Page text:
The Laconia: Sinking an ocean-liner onscreen
I was working as a production designer on a show in Lithuania when Nico Hoffman, the producer of The Sinking Of The Laconia, came to visit.
You can imagine that my imagination immediately went all over the place. Even though I was standing in the middle of 300 extras and some 100 horse-drawn carriages near the Baltic Sea, I said "Yes, yes, when do we start?"
When I first thought about design aspects on Laconia, nobody really had any idea how to do this.
The only difference was, we had much less money - a fraction of what those big American movies had.
The exterior submarine used in the movie Das Boot no longer exists. The interior sits prettily in Munich as part of the Bavaria Film studio tour.
No way we would ever be able to shoot anything there, and besides, it was way too small.
The submarine required for this show was a type IX-C, which was the biggest German submarine at the time. I would say our biggest challenge was to be historically as accurate as possible.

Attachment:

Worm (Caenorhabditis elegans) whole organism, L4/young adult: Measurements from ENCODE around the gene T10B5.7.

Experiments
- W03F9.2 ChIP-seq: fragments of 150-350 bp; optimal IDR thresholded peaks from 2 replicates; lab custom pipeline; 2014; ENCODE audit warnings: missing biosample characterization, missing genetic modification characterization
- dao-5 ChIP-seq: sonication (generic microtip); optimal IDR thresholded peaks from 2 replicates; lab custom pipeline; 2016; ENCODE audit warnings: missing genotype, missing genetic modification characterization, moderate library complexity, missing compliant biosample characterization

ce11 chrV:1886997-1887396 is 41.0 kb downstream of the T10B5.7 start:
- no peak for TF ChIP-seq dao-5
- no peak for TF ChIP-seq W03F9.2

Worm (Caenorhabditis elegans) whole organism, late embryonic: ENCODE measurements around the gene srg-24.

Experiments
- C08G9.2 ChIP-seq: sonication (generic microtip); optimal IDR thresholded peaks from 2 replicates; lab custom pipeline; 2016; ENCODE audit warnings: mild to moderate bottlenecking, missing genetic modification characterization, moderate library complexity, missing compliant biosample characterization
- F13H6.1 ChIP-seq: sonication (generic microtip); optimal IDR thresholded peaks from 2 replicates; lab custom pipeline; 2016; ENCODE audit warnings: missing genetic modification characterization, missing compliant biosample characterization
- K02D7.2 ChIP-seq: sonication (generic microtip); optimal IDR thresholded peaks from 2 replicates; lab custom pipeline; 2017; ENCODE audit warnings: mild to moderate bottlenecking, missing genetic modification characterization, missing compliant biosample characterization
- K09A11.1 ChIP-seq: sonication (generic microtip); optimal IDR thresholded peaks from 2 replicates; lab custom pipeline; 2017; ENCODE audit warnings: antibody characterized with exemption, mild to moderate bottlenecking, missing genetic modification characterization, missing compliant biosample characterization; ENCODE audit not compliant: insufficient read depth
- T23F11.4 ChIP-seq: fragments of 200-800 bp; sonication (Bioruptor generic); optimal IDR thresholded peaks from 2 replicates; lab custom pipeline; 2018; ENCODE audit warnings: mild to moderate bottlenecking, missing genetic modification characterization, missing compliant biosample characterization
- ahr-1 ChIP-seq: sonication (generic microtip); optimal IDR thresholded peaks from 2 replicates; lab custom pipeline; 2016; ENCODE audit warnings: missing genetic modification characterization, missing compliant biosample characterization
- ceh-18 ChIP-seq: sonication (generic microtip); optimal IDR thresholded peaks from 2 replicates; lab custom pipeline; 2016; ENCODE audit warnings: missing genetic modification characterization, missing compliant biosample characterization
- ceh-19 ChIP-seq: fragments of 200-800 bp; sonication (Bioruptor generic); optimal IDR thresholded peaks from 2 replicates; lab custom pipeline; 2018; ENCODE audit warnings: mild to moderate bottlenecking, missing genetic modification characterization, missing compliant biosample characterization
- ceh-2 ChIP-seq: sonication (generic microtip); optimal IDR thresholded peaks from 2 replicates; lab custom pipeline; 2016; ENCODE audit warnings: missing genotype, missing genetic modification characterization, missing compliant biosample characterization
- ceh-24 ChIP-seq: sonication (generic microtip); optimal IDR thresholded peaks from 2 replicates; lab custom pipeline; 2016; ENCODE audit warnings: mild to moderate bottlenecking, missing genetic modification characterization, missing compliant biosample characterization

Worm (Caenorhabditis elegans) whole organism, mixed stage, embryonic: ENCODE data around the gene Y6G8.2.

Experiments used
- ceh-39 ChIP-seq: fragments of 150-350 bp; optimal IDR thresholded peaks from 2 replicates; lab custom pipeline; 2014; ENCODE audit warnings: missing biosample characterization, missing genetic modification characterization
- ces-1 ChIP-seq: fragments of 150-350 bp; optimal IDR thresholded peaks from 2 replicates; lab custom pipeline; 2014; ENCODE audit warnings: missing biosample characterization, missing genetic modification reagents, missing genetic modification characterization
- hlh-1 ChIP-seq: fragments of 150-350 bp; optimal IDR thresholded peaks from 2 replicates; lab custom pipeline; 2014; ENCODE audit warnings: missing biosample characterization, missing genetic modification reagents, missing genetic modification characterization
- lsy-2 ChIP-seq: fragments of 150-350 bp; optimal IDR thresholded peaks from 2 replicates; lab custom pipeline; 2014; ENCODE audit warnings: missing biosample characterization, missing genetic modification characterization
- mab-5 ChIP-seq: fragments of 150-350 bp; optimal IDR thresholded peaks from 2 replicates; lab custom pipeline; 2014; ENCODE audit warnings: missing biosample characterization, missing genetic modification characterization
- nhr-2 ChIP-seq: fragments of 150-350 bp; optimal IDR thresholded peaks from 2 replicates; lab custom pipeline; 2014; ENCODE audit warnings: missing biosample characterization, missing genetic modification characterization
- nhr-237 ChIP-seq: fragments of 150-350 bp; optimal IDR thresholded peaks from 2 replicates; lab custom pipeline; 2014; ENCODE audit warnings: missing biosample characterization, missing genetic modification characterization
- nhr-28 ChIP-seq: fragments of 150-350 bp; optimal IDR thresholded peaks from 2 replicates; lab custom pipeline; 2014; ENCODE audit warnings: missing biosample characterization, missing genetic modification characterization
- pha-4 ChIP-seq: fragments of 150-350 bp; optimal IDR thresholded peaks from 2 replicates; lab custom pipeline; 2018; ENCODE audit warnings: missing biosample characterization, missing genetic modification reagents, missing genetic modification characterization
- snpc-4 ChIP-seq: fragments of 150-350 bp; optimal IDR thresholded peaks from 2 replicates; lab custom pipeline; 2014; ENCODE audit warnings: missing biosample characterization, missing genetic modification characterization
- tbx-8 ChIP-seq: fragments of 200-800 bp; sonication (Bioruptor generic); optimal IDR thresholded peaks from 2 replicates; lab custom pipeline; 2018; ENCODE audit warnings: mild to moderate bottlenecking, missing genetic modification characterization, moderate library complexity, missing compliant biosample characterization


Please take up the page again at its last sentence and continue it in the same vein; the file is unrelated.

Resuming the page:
I took the script apart and allocated each scene to a specific area on board.
Then I proposed that we build at least five different sets for the Laconia exterior and make it look like one: The first class deck, the bridge, the aft deck, the straight hull in the harbour, a tilted hull for the sinking and a second class promenade for the sinking.
To build all these would cost less in the end than the towing of a real ship without mooring and insurance costs.
Only then did I get my budget approved for construction in South Africa. Please note that was four years after I started to think about possibilities! (Yes, I worked on other films in the meantime.)
I did feasibility studies - can you believe - for England, Germany, Malta, Spain, Australia and South Africa.
Truthfully, I have almost lost track of which design approach I liked best.
Once we'd decided to shoot everything in South Africa, I pretty much started from scratch. So what you see in the finished film are the designs I did in Cape Town at the beginning of 2009.
I had so many favourite moments making this film. The most exciting one of course, was the launch of the steel submarine we had constructed ourselves for the open-water scenes.
Other great moments are always when the actors appear on set for the first time in their period costumes (by costume designer Monika Jacobs).
It makes my heart beat faster to see Lindsay Duncan with her great outfits, along with the first class promenade we constructed with that horrible rust and patina.
Knut Loewe is the production designer on The Sinking Of The Laconia.
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